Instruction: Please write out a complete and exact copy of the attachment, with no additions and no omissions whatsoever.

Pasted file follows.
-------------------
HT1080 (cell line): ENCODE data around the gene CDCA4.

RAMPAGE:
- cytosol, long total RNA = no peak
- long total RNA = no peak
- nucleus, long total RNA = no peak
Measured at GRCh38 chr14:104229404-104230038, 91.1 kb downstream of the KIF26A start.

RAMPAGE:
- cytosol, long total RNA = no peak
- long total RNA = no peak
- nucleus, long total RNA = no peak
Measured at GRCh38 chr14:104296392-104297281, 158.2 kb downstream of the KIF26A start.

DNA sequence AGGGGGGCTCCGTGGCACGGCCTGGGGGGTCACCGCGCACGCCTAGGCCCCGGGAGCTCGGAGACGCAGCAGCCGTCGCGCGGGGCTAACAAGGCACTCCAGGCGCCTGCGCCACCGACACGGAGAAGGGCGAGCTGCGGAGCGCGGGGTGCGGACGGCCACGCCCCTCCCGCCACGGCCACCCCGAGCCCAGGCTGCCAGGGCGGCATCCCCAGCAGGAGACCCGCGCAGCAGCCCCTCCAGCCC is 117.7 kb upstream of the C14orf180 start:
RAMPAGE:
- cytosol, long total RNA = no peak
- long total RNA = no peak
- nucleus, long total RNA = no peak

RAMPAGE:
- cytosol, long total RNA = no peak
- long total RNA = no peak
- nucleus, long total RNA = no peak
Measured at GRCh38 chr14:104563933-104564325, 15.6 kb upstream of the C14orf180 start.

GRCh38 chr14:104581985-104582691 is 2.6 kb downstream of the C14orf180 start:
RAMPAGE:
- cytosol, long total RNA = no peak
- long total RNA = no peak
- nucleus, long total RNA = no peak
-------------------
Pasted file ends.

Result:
HT1080 (cell line): ENCODE data around the gene CDCA4.

RAMPAGE:
- cytosol, long total RNA = no peak
- long total RNA = no peak
- nucleus, long total RNA = no peak
Measured at GRCh38 chr14:104229404-104230038, 91.1 kb downstream of the KIF26A start.

RAMPAGE:
- cytosol, long total RNA = no peak
- long total RNA = no peak
- nucleus, long total RNA = no peak
Measured at GRCh38 chr14:104296392-104297281, 158.2 kb downstream of the KIF26A start.

DNA sequence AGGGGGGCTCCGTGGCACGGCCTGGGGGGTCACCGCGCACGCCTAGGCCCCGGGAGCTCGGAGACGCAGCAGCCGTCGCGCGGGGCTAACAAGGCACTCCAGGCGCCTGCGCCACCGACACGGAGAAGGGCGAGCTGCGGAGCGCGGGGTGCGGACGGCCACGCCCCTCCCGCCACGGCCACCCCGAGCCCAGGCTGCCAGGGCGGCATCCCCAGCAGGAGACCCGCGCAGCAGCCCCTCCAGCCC is 117.7 kb upstream of the C14orf180 start:
RAMPAGE:
- cytosol, long total RNA = no peak
- long total RNA = no peak
- nucleus, long total RNA = no peak

RAMPAGE:
- cytosol, long total RNA = no peak
- long total RNA = no peak
- nucleus, long total RNA = no peak
Measured at GRCh38 chr14:104563933-104564325, 15.6 kb upstream of the C14orf180 start.

GRCh38 chr14:104581985-104582691 is 2.6 kb downstream of the C14orf180 start:
RAMPAGE:
- cytosol, long total RNA = no peak
- long total RNA = no peak
- nucleus, long total RNA = no peak